Robert Redford insisted on cutting a line from The Way We Were implying he was bad in bed
When it comes to any dialogue that might call into question his bedroom prowess, Robert Redford apparently has a hard line.
A new book, The Way They Were: How Epic Battles and Bruised Egos Brought a Classic Hollywood Love Story to the Screen, dives deep into the making of The Way We Were and the various challenges that emerged in its creation. In the book, which is out Jan. 27 in honor of the film's 50th anniversary, author Robert Hofler reports that Redford insisted a piece of dialogue implying his character Hubbell wasn't good in bed be cut from the script.
"Never spoken was a line that [Arthur] Laurents had put in both his novel and his screenplay, and it was a line that he wanted to cap the scene," Hofler writes. "Hubbell looks into Katie's [Barbra Streisand] eyes after their orgy of grapes and tells her, 'It'll be better this time.' Only Redford refused to say the line. He even made sure to have it crossed out in the working script."
After explaining how Redford had taken a similar tack when it came to wearing a Native American headdress as a symbol of his character's lack of integrity in The Candidate, Holfer adds, "Redford was never bad in bed. So how could Hubbell be?"
The book, which includes exclusive interviews with Redford and Barbra Streisand, delves deep into the protracted behind-the-scenes drama. It also alleges that Streisand was "infatuated" with Redford from the moment they met. In response, Redford wore two "athletic supporters" while filming their characters' main love scene (Streisand reportedly wore a bikini under the covers).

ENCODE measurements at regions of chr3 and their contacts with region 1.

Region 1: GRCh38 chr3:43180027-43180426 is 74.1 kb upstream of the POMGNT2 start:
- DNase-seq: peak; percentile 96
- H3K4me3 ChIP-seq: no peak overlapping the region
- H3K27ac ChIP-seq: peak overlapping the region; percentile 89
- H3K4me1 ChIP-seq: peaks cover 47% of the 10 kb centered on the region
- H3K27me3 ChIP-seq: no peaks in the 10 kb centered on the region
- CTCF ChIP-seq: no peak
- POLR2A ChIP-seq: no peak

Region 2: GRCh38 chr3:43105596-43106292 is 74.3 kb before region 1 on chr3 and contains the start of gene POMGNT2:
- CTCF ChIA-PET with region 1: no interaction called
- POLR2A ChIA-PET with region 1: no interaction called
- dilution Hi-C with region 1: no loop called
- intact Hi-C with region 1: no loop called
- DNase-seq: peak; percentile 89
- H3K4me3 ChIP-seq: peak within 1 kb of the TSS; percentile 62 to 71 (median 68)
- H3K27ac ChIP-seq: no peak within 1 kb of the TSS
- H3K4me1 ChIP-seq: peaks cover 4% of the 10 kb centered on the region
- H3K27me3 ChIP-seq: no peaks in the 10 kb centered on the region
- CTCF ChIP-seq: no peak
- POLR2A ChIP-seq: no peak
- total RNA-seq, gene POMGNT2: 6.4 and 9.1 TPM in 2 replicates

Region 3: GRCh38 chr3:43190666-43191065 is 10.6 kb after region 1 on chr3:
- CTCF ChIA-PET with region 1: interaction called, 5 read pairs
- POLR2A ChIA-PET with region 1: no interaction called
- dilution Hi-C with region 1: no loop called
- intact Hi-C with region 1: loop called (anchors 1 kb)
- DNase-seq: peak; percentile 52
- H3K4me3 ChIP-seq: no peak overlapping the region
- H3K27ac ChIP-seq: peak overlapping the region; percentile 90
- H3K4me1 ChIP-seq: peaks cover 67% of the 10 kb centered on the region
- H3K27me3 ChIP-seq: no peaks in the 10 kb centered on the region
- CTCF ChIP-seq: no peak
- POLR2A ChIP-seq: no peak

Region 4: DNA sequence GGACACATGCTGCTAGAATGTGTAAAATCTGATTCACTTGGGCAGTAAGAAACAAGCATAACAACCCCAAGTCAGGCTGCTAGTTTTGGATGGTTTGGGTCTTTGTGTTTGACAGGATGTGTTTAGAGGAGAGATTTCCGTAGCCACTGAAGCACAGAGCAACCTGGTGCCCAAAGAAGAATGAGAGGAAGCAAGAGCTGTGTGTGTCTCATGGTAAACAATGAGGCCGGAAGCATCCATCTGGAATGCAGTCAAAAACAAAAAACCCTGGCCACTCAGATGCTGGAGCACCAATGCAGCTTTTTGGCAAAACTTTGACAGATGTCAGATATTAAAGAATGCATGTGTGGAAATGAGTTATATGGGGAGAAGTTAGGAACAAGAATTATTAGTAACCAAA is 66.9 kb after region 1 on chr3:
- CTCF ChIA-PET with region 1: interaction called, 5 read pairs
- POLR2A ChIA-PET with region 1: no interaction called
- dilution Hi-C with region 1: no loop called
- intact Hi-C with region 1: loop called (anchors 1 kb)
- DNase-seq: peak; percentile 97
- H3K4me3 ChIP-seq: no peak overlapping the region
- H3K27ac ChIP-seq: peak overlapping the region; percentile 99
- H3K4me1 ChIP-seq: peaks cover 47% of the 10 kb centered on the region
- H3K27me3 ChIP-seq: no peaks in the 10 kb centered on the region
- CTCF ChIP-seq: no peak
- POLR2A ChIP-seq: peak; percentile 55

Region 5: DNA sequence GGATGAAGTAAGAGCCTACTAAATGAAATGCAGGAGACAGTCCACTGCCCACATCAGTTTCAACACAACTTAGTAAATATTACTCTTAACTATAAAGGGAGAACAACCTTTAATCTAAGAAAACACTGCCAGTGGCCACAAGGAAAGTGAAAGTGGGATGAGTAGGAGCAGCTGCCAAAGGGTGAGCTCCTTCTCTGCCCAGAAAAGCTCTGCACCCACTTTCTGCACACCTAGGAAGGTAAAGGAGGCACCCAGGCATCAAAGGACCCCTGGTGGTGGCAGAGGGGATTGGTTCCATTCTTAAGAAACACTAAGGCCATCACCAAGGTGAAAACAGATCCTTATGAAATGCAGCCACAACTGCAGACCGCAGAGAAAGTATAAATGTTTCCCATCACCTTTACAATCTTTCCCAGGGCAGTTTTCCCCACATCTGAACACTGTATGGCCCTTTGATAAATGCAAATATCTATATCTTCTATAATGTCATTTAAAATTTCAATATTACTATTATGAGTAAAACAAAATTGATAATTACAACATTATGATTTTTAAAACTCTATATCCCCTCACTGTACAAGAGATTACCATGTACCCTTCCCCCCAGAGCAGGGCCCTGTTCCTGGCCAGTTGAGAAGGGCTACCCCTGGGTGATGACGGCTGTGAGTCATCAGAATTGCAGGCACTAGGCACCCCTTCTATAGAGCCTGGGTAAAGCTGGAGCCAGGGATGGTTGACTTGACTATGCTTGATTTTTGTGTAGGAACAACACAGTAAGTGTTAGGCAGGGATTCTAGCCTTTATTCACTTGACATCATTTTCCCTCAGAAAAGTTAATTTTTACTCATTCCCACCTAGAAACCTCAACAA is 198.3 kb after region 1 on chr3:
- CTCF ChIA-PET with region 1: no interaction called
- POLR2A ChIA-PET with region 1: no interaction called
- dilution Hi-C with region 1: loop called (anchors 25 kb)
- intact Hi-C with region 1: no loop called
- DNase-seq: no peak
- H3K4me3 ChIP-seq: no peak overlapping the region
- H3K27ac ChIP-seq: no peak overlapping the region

Both director Sydney Pollack and writer Arthur Laurents spoke about Streisand's crush on Redford. At the time, Streisand reportedly had a reputation for having affairs with her leading men (Redford was then a happily married father of four).
The book recounts Pollack's words: "Barbra was delighted because she had a crush on him, even before we started. It was hard for women not to have a fixation, because he was everywhere, like Elvis. He was the golden boy long before Hubbell came along."
According to Laurents, "She was simply mesmerized by him because she found him so beautiful. She was infatuated with Robert Redford, who handled it well, neither encouraging her nor using her crush to his advantage."
Regardless, it worked well for the story, which recounts the doomed romance of Katie (Streisand) and Hubbell (Redford), two college students who meet in the Pre-WWII era of McCarthyism and blacklisting, only to discover that their mutual friendship and physical attraction can't outweigh their fundamental ideological opposition.
Reps for Streisand had no comment, and reps for Redford did not immediately respond to EW's request for comment